If the only real thing Marlowe is certain of is that there are no certainties, then it makes this kind of discussion virtually meaningless. On the other hand, we could pretend to believe what she seems to be implying here – that, like psychology, normalcy is defined by the majority. If reality is whatever it is perceived to be, then the majority view would tend to define reality… which won’t be the perspectivist “view” because they’ve lost confidence in their own Western values.

I hope we haven’t lost confidence in our Western values. I hope we stop overreacting to things that are not crises. I would equate Marlowe’s “radical subjectivism” to what Savodnik calls “mythical thinking.” It is:

…a way of embodying our emotions and impulses in tales of our fears, vulnerabilities, and guilt in strange, often colorful, stories. We dread our powerlessness and concoct magical cures for our weakness. Such thinking is regressive. That myths are the outcome of the flight from reality, that we hop from one myth to the other and supplant reason with emotion, tells us that we have regressed. We’ve chosen ways of thinking found in children, tribal cultures, and dreams.

There is a moral dimension to all this. We are not children anymore. We are not mere mythmakers. We know fairy tales don’t solve the problems that plague us. We have a choice between thinking in Dr. Seuss terms, and in reflective adult ways. When we don’t acknowledge this internal dichotomy, we are acting in bad faith. (TWS 20091102)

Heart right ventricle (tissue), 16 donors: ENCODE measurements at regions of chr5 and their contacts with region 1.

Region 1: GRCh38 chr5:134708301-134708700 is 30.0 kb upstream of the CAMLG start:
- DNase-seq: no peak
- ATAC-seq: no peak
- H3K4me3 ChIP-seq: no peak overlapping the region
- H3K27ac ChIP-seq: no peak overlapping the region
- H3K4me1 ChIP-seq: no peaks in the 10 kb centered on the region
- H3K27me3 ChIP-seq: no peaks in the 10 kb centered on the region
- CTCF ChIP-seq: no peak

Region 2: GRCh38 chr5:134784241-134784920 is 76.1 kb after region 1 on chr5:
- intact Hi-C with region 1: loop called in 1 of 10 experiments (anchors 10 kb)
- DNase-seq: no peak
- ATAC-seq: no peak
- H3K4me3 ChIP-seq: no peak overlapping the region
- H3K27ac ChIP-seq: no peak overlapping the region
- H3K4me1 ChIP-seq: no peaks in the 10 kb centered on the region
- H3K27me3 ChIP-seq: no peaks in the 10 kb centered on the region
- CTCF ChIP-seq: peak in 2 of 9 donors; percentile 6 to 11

I wonder why so many are “going Galt?” Let’s find our certainties.

Cheers to all!

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  1. November 12th, 2009 at 22:48 | #1

    Steven,

    Either you have too much time to do all this thinking and writing, or, I have too much to be able to read it. I’m thinking with work as slow as it is for our company right now, I am reading more worthwhile stuff (like your blog) and in the end am better for it.
    My wife and I were just discussing what to do in light of what we both have seen in professor Bartlett’s Lecture ( shameless plug for what I think is the most important post at my blog to date – http://ttoes.wordpress.com/2009/11/12/energy-for-life-or-the-new-dark-ages/ ).
    We do create myths to placate our fears (read: Hope and Change) and convince ourselves they are real. We are not acting very adult about what is going on around us. I only hope more people will read, think and write about this as you are doing. Eventually, maybe enough people will do this that what is real will be thought to be real and it will be “cool.”